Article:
North Korea's leader, Kim Jong Un, examined the country's inaugural military surveillance satellite and approved its "future action plan," according to state media on Wednesday. The Korean Central News Agency (KCNA) reported that Kim met with the Non-permanent Satellite Launch Preparatory Committee on Tuesday prior to inspecting the satellite.
One month earlier, Kim declared that the satellite's construction had concluded and authorised its launch.
The April 18 report emerged approximately one week after Pyongyang claimed the successful launch of a novel solid-fuel intercontinental ballistic missile, signifying a significant advancement in its prohibited weapons programs.
Experts have noted substantial technological similarities between the advancement of intercontinental ballistic missiles (ICBMs) and the capabilities required for space launches.
According to KCNA, on Tuesday, Kim thoroughly familiarised himself with the committee's work and then proceeded to inspect the military reconnaissance satellite No. 1. The satellite has completed the final general assembly check and space environment test and is now prepared for loading.
Kim Jong Un accused the United States and South Korea of heightening what he referred to as "provocative actions" against North Korea. He affirmed his country's determination to exercise its right to self-defense. KCNA further stated that Kim endorsed the preparatory committee's future action plan.
The creation of a military reconnaissance satellite was among the crucial defense initiatives outlined by Kim in 2021. In December 2022, North Korea announced the completion of a significant final-stage test for the development of a surveillance satellite, aiming to finalize it by April of the following year.
Upon the release of black-and-white images claimed to be captured by a North Korean satellite, experts in South Korea swiftly expressed skepticism, citing the poor quality of the images.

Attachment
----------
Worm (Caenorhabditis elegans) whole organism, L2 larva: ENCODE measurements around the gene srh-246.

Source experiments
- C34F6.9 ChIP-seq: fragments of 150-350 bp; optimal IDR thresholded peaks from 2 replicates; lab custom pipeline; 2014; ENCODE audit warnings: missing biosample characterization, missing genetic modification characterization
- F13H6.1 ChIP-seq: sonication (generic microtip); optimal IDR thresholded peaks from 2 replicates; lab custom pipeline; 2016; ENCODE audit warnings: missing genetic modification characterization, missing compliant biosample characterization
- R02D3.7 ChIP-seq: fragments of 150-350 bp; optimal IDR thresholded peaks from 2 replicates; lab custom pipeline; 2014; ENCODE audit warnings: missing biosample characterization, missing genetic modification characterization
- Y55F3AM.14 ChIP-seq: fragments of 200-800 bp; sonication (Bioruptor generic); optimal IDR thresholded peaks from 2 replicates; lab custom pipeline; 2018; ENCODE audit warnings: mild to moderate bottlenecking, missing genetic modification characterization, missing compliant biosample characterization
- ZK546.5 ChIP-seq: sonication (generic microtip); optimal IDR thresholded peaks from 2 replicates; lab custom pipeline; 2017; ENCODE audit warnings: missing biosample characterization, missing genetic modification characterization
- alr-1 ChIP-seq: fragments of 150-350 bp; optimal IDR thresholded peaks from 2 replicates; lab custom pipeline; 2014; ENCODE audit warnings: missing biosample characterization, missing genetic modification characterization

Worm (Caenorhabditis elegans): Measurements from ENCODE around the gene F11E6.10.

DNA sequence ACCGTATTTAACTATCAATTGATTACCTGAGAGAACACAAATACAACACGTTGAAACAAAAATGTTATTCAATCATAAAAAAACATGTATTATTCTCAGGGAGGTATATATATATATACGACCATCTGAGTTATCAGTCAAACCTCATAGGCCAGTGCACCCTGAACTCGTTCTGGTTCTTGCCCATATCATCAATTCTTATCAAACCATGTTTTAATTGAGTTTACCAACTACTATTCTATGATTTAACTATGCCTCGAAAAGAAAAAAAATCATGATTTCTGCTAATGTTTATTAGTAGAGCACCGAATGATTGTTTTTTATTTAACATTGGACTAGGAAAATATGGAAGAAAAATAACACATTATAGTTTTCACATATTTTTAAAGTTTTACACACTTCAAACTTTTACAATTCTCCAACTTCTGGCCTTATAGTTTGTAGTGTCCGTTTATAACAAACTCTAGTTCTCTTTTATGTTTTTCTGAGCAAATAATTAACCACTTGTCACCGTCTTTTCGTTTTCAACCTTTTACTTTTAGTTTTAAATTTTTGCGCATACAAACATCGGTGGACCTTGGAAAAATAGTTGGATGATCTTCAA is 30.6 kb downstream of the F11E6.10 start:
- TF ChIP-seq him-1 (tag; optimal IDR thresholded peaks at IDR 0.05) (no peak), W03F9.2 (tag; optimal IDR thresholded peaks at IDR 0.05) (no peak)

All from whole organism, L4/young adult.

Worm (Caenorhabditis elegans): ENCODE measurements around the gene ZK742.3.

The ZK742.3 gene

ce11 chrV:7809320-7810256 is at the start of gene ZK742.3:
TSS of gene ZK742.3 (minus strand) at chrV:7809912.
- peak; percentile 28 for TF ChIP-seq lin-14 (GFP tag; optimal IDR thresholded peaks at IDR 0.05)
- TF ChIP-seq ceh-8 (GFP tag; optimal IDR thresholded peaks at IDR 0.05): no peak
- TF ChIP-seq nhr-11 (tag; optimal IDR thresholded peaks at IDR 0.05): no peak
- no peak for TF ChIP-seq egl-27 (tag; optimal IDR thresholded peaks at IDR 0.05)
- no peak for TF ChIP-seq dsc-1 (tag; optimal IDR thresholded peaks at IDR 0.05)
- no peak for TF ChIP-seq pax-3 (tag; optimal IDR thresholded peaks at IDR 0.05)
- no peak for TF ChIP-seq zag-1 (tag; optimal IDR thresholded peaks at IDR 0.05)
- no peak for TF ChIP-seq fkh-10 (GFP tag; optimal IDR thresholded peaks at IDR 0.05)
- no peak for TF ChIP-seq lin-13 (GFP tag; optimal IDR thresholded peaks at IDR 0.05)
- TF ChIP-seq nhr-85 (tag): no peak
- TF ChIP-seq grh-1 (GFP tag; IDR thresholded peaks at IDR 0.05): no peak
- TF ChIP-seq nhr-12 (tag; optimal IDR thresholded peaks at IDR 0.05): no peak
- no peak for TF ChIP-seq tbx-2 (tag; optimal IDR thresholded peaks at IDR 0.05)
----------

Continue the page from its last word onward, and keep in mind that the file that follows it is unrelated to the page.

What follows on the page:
Although no specific launch date has been provided by Pyongyang, Kim recently stated that the satellite would be launched as scheduled.
By declaring itself an "irreversible" nuclear power, North Korea effectively eliminated the prospect of denuclearization negotiations.
According to analysts, Pyongyang would face challenges in conducting satellite reconnaissance independently without substantial technological assistance from Russia or China.
Last month, Yang Moo-jin, the president of the University of North Korean Studies in Seoul, highlighted that North Korea's reconnaissance satellites hold great importance as they pose a significant threat to the South in the event of a nuclear pre-emptive strike, as he informed AFP.
In response, Washington and Seoul have intensified their defense cooperation, conducting joint military exercises that involve advanced stealth jets and prominent strategic assets from the United States.
(To receive our E-paper on WhatsApp daily, please click here. To receive it on Telegram, please click here. We permit sharing of the paper's PDF on WhatsApp and other social media platforms.)